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J Nippon Med Sch. 2005 Feb;72(1):4-12.

Free radical development in phacoemulsification cataract surgery.

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  • 1Department of Ophthalmology, Nippon Medical School, Bunkyo-ku, Tokyo 113-8603, Japan.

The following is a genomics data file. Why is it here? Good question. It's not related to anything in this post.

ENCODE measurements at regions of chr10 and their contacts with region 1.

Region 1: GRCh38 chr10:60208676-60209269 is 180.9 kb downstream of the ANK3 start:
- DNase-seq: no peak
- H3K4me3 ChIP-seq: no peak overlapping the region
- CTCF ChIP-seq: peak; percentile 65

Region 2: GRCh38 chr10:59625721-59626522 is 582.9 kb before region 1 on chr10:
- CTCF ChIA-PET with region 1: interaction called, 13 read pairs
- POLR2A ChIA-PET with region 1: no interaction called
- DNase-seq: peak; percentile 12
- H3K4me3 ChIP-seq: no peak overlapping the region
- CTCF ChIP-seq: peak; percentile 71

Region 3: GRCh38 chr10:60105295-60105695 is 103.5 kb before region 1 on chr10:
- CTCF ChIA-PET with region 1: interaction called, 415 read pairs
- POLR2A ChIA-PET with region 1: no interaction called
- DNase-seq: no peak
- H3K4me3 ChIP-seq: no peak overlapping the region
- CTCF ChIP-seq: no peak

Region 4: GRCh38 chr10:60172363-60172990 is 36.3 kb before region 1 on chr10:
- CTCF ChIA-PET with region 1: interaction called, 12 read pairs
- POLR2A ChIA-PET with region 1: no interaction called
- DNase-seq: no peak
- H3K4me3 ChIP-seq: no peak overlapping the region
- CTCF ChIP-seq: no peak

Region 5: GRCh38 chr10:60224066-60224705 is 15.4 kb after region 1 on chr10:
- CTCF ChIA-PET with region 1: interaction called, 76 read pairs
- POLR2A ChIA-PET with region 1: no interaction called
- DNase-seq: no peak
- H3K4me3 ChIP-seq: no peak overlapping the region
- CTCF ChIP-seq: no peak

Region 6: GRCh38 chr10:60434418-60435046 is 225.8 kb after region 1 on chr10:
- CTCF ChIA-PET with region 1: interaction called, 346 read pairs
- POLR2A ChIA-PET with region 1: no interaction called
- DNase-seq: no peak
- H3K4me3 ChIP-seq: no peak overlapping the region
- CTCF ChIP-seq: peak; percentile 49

Phacoemulsification and aspiration (PEA) has become the most popular cataract surgery, due to the establishment of safe surgical techniques and development of associated instruments. However, corneal endothelial damage still represents a serious complication, as excessive damage can lead to irreversible bullous keratopathy. In addition to causes such as mechanical or heat injuries, free radical formation due to ultrasound has been posited as another cause of corneal endothelium damage in PEA. Ultrasound in aqueous solution induces cavitation, directly causing water molecule disintegration and resulting in the formation of hydroxylradicals, the most potent of the reactive oxygen species. Considering the oxidative insult to endothelial cells caused by free radicals, their presence in the anterior chamber may represent one of the most harmful factors during these procedures. Indeed, some researchers have recently started to evaluate PEA from the perspective of oxidative stress. Conversely, the major ingredient in ophthalmic viscosurgical devices (OVDs), which are indispensable for maintaining the anterior chamber in PEA surgery, is sodium hyaluronate, a known free radical scavenger. OVDs can thus be expected to provide some anti-free radical effect during PEA procedures. In addition, since commercially available OVDs display different properties regarding retention in the anterior chamber during PEA, the anti-free radical effect of OVDs is likely to depend on behavior during irrigation and aspiration. The present study followed standard PEA procedures in an eye model and measured hydroxylradicals in the anterior chamber using electron spin resonance. The kinetics of free radical intensity and effects of several OVDs during clinical PEA were also demonstrated. These studies may be of significance in re-evaluating OVDs as a chemical protectant for corneal endothelium, since the OVD has thus far only been regarded as a physical barrier. In addition, many reports about corneal endothelium damage during PEA have been published, but objective evaluation of various damaging factors has been difficult. The present assay of free radicals in a simulation of clinical PEA offers the first method to quantitatively assess stress on the corneal endothelium.

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